From a social point of view, kids are now very often on their own. Internet access, free chat programs, free email and free social networking sites allow kids to live within virtual societies their parents may know nothing about. Long commutes, long work hours and the ever-increasing financial pressure also cause many kids to survive on their own in real-world society, having to manage at school, go shopping, choose friends, participate in extra-curricular activities and even work.
Kids’ survival skills in a time like this must be completely different.
So what can you teach your kids that will make their modern life easier?
When you want something, you can fight for it, you can weasel your way to it or you can charm your way to it. It’s best to use charm, but it’s good to know what to do when you can’t
– Gal Baras
What do I mean by this?
Despite what many educational institutions will tell you, the most important skills in life have to do with how you relate to other human beings. If you do it well, you will fit in quickly wherever you go, someone will always watch your back and you will get credible, reliable information and help when you need them. Relationship skills (a.k.a. social skills, emotional intelligence or people skills) are far more important than any technical or academic skills out there.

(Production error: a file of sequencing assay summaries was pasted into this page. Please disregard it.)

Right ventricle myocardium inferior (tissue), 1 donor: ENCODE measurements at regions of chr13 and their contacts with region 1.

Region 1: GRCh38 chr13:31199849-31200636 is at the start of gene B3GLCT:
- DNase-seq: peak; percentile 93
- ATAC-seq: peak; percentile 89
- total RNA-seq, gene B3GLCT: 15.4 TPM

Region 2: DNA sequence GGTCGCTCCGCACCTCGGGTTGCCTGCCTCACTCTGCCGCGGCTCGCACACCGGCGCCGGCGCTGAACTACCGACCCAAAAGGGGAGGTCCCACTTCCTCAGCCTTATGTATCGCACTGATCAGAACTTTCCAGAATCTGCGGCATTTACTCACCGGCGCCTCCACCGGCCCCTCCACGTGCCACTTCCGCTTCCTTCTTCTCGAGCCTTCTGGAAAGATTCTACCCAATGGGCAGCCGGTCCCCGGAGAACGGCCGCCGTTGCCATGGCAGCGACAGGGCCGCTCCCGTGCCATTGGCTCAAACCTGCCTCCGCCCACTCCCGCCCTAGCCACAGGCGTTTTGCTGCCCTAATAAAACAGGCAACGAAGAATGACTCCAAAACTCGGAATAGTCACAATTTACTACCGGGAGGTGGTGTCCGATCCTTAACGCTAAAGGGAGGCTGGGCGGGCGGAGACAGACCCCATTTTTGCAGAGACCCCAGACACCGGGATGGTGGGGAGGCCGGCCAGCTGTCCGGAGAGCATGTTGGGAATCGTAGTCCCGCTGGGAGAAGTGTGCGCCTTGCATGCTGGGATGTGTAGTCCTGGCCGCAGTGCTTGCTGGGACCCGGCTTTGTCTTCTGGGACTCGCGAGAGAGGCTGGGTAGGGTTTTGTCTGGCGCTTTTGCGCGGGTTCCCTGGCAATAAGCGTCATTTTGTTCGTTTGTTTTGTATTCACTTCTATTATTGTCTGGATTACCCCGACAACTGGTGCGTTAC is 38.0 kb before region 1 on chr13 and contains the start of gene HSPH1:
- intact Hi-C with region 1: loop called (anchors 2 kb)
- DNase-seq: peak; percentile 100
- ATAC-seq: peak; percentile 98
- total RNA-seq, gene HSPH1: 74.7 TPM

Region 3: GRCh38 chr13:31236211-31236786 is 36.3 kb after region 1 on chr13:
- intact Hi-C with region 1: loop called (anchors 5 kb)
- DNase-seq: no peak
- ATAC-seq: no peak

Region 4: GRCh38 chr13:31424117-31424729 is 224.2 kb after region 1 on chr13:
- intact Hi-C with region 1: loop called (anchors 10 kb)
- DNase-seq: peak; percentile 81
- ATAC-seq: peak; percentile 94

So let’s say you want something. Say you want to play with the ball you see in this other kid’s hand right now. What are your options?
Option 1: Fight for it. Grab the ball from the other kid. If he resists, pull harder. If he still resists, punch him in the face until he gives up.
Option 2: Weasel your way to it. Go and tell the other kid the teacher wants him urgently on the other side of school and you are willing to watch the ball for him until he returns.
Option 3: Charm your way to it. Tell the other kid you know this really cool game with a ball that takes two to play and you are willing to show it to him.
OK, so this is a very simplified example, but you get the picture, right?